Make sure your kitchen is stocked with these essential ingredients.
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15 May 2013 - 3:50 PM  UPDATED 6 Sep 2013 - 9:31 AM

Thick caramel sauce

Thick caramel sauce is even more viscous than dark soy, this is used to add a depth of colour and flavour to many dishes. Surprisingly, despite its name, it is not sweet.

Tamarind paste

Tamarind paste is a fruity sour pulp that gives a tart sweetness to many dishes and curry pastes.

Ikan bilis

Ikan bilis are small dried anchovies that add a crunchy texture and salty taste to the national dish Nasi Lemak.

Dried shrimp

Dried shrimp are tiny dried prawns used in Laksa pastes and sambals.

Shrimp paste

Shrimp Paste is known as Belachan in Malayasia, is a paste of shrimp that is pressed into a block. It has a pungent, unappealing smell, but once roasted the flavour isn't as strong. For best results, wrap a small amount in foil and put into a hot oven or hold over flame using tongs. Then cool and crumble. 

Lup cheong

Lup cheong are dried, slightly sweet, spicy sausages, red in colour and usually made from pork meat and spices. Slice very thinly and stir-fry or steam whole and slice.

Pandan leaf

Pandan is a tropical herbaceous plant with long, green leaves. Its leaves are widely used throughout South East Asia to add a unique taste and aroma to desserts, drinks and to wrap savoury foods. It is also available as a powder, to flavour and colour cakes and used when cooking curries, rice and desserts.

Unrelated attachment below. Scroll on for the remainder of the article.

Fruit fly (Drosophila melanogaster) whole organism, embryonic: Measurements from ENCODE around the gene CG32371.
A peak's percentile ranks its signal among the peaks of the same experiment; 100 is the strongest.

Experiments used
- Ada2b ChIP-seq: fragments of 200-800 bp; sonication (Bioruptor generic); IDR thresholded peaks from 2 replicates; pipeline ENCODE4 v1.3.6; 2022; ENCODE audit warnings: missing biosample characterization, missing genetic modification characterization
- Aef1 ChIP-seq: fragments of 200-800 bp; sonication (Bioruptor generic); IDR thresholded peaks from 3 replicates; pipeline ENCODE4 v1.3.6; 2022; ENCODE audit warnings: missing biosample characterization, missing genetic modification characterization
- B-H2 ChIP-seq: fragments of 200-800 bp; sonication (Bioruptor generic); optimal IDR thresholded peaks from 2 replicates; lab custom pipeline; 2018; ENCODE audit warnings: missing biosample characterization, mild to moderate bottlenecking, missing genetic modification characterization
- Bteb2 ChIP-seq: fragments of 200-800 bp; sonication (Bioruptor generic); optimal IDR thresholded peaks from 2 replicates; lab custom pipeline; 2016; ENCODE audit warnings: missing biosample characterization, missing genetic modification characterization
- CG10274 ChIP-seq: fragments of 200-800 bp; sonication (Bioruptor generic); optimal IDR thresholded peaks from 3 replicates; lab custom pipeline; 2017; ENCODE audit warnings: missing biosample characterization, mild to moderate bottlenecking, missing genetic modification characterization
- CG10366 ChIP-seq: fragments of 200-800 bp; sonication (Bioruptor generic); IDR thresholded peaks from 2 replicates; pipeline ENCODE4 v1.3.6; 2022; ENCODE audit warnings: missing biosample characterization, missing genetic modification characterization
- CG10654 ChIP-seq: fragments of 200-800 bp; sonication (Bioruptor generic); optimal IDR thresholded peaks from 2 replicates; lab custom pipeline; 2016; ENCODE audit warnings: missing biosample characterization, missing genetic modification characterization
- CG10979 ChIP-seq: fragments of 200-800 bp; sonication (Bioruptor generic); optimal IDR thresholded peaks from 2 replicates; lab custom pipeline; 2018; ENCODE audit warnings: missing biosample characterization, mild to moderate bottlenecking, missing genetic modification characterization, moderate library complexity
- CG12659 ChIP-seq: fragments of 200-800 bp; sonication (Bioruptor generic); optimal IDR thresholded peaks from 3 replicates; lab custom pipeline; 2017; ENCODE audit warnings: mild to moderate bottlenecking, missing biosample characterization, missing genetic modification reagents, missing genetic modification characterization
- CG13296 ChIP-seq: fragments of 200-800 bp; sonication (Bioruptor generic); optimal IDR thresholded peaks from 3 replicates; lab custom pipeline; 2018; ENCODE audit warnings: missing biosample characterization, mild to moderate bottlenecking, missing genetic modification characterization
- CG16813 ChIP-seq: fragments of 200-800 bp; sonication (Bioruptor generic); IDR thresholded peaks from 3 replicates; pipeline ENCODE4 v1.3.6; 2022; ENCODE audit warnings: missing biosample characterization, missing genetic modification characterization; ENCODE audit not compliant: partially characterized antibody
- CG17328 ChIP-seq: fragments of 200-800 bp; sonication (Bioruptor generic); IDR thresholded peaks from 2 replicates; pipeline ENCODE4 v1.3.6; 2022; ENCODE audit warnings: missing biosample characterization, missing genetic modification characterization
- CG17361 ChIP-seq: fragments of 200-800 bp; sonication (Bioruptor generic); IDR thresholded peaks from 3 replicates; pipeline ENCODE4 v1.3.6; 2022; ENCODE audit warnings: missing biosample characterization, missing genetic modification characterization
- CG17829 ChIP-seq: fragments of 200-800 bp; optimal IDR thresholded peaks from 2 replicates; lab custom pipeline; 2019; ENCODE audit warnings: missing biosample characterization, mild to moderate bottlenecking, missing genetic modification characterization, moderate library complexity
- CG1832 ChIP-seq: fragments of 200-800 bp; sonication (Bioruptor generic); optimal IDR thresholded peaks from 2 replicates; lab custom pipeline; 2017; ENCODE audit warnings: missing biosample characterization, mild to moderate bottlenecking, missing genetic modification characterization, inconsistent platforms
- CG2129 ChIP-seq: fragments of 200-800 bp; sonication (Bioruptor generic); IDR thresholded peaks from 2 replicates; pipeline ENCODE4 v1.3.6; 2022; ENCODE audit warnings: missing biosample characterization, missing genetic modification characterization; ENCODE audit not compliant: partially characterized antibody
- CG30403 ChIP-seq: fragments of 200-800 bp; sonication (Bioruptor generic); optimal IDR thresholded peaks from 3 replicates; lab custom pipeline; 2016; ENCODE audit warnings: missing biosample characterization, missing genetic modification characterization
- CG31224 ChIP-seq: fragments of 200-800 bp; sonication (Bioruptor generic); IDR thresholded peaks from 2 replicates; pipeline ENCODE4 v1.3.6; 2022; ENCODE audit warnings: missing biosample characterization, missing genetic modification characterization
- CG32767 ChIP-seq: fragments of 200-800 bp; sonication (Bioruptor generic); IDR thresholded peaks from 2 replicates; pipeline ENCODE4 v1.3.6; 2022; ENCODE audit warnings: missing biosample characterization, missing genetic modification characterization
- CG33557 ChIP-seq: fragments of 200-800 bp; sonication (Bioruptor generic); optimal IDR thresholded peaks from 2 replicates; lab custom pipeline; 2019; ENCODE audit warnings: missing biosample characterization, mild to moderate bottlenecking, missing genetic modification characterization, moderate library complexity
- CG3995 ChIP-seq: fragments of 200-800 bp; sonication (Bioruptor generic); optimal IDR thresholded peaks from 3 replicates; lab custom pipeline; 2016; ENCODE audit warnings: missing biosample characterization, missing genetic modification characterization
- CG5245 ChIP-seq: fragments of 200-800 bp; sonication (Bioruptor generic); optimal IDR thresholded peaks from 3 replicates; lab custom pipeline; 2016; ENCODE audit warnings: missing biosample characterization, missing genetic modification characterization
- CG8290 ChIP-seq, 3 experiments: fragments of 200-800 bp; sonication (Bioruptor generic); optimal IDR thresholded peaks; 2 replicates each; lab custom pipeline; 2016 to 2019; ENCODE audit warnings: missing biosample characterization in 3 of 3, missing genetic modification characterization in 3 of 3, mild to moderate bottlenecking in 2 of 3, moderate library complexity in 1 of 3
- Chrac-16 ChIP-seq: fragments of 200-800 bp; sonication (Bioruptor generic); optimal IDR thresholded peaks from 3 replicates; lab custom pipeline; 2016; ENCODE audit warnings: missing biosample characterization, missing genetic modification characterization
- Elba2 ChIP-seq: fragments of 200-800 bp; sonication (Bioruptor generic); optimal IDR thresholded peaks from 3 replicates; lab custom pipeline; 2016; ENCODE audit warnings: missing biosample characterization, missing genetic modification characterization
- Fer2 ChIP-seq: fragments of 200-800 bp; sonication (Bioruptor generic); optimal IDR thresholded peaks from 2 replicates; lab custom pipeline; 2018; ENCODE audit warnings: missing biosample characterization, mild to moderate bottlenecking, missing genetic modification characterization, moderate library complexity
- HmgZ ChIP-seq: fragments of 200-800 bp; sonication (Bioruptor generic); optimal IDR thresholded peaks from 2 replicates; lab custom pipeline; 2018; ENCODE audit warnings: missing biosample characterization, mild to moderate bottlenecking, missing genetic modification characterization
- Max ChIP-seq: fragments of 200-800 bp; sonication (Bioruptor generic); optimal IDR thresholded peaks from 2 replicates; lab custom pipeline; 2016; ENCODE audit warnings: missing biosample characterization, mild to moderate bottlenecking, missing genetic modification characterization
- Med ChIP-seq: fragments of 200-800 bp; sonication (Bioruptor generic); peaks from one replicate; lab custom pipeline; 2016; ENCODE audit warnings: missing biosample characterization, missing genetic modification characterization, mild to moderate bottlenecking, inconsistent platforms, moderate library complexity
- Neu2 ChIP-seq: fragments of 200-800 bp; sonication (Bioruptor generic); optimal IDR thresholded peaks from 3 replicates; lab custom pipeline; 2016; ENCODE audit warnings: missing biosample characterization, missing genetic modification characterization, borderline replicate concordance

Candlenuts

Candelnuts look like macadamia nuts and have a high oil content and a creamy texture. Inedible in their raw state, they are a common addition to curry pastes and sauces as they help thicken the sauce.

Palm sugar

Palm Sugar is a golden sugar with a rich caramel flavour and a hint of coconut. It can be grated or sliced. If not available, brown sugar may be substituted

Lemongrass

Lemongrass (serai) is a grass with a lemony aroma and flavour. It can be very woody so look for young, fresh stems and use the white part closest to the base of the stem.